Seven months after Daddy died, so did Mom.
Dad’s sickness then death was sudden but Mom had been ready for a while. Mom was tired of fighting for breath and she wanted to die. She wasn’t scared of dying, only of suffocating.
We surrounded her as she lay on her bed at home when she ran out of breath. And that’s what it was like. No gasping. No struggling. No fear. Her breathing slowed…..a gradual peaceful stilling of her chest……….then her breath was no more.
Mom was gone. Mom and Dad were gone.
We sat in the same room at the same funeral home with the same young funeral director as we had seven months earlier and I thought about how nothing was how I thought it would be.
But I thought about it as if I was looking on, separated from all of it somehow. Everything was muted……..kind of dulled………what I heard, what I said, what I saw, what I felt.
In between the deaths of my parents my marriage took another hit. We’d struggled for a while and it was already so fragile. I was really scared for my marriage this time. A real kind of scared.
Maybe that was the last time I’d felt anything full-strength. Maybe a part of my heart shut down. Maybe the Zoloft was doing what it was supposed to do.
As I sat there with my sisters around that table choosing the hymns to be played at Mom’s funeral service I remembered comments Mom and Dad made. Some of them to me. Some to others about me.
Mom and Dad had noticed my fading. My distance. I wasn’t myself and they were worried. I told them over and over I was fine. I think I thought I was fine. I think I thought everything would be fine. But they saw what I couldn’t see.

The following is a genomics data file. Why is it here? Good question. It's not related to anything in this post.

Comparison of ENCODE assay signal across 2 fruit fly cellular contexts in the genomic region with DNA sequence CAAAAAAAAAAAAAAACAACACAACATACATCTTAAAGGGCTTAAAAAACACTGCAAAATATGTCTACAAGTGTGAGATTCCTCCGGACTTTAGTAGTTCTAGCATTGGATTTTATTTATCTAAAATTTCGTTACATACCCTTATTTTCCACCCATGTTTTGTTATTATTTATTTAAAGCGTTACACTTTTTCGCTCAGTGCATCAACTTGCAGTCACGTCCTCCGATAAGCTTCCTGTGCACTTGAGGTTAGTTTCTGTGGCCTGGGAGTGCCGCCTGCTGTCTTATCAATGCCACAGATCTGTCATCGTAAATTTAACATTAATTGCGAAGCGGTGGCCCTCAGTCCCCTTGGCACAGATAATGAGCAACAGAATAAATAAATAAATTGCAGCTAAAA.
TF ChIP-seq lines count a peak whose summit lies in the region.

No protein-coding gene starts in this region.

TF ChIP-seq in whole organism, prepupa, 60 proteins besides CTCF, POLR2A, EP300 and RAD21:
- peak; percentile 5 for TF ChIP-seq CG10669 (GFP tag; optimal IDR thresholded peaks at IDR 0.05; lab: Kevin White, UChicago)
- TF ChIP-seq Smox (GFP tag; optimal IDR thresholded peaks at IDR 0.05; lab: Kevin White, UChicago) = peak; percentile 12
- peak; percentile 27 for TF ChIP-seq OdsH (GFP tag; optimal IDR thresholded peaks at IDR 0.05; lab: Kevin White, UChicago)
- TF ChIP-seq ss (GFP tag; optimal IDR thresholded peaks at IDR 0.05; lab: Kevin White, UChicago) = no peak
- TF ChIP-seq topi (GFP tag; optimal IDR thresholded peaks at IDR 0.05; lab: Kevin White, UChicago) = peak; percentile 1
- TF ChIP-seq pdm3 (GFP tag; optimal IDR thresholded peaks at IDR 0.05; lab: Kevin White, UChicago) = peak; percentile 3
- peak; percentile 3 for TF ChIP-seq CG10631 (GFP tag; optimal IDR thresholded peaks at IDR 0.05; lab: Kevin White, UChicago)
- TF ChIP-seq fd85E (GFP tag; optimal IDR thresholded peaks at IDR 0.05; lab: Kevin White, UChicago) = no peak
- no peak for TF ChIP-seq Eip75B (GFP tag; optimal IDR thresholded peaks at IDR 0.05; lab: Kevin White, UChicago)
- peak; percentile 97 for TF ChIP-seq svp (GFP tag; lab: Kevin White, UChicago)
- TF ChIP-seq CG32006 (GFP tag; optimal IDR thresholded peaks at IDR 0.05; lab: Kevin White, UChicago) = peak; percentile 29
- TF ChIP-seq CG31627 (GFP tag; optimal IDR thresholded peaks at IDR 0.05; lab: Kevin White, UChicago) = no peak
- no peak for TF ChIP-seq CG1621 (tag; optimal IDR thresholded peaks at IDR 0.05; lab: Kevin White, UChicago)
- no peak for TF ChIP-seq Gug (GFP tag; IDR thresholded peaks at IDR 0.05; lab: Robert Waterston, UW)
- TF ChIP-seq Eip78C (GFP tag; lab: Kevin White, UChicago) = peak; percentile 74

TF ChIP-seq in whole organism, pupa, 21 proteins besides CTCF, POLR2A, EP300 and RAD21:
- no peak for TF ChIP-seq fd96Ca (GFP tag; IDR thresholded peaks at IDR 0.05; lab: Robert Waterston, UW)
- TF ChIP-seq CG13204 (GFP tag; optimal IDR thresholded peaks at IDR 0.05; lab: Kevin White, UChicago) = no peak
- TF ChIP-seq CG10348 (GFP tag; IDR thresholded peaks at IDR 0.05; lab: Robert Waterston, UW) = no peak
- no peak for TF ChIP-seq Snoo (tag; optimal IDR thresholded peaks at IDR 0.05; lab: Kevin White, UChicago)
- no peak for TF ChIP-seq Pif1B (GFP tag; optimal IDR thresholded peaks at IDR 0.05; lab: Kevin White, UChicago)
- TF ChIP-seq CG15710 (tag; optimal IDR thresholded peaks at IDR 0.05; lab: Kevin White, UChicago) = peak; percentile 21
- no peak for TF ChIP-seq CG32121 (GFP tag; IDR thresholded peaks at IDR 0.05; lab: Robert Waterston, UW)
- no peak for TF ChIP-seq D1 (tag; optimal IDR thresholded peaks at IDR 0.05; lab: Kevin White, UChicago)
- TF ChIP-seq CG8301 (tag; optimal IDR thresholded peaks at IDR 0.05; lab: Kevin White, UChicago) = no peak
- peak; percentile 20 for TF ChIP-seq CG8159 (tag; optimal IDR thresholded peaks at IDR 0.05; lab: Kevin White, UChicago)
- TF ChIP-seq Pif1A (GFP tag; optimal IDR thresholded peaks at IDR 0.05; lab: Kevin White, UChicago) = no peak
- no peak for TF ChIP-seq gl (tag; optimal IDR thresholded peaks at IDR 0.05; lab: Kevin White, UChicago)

The thing about fading is that it happens slowly. So slowly you don’t feel it or see it. It goes unnoticed at first. Then the heaviness gets heavier. The darkness gets a little darker. And you get used to walking around in the dark.
And I kept doing what I knew to do. What I had to do. Because the world doesn’t stop when your marriage is crumbling or when your Dad gets sick and when you just need time to think about things and feel things and mourn things. The world doesn’t stop.
Then it was heavier and darker and I was tired. The kind of tired that goes into my bones. I woke up ready for each day to be over.
As we reviewed the order of the funeral service, the words of one of the hymns came to mind:
O Lord, my God, when I in awesome wonder
Consider all the worlds Thy Hands have made;
I see the stars, I hear the rolling thunder,
Thy power throughout the universe displayed
How great thou art, How great thou art
Then sings my soul, My Savior, God, to Thee
How great Thou art, How great Thou art!
And I wanted my soul to sing again. I wanted to wonder again at all that God has made.
I’d not lost all hope. There was still some in there.
How great you are God, my Savior God to Thee, How great you are!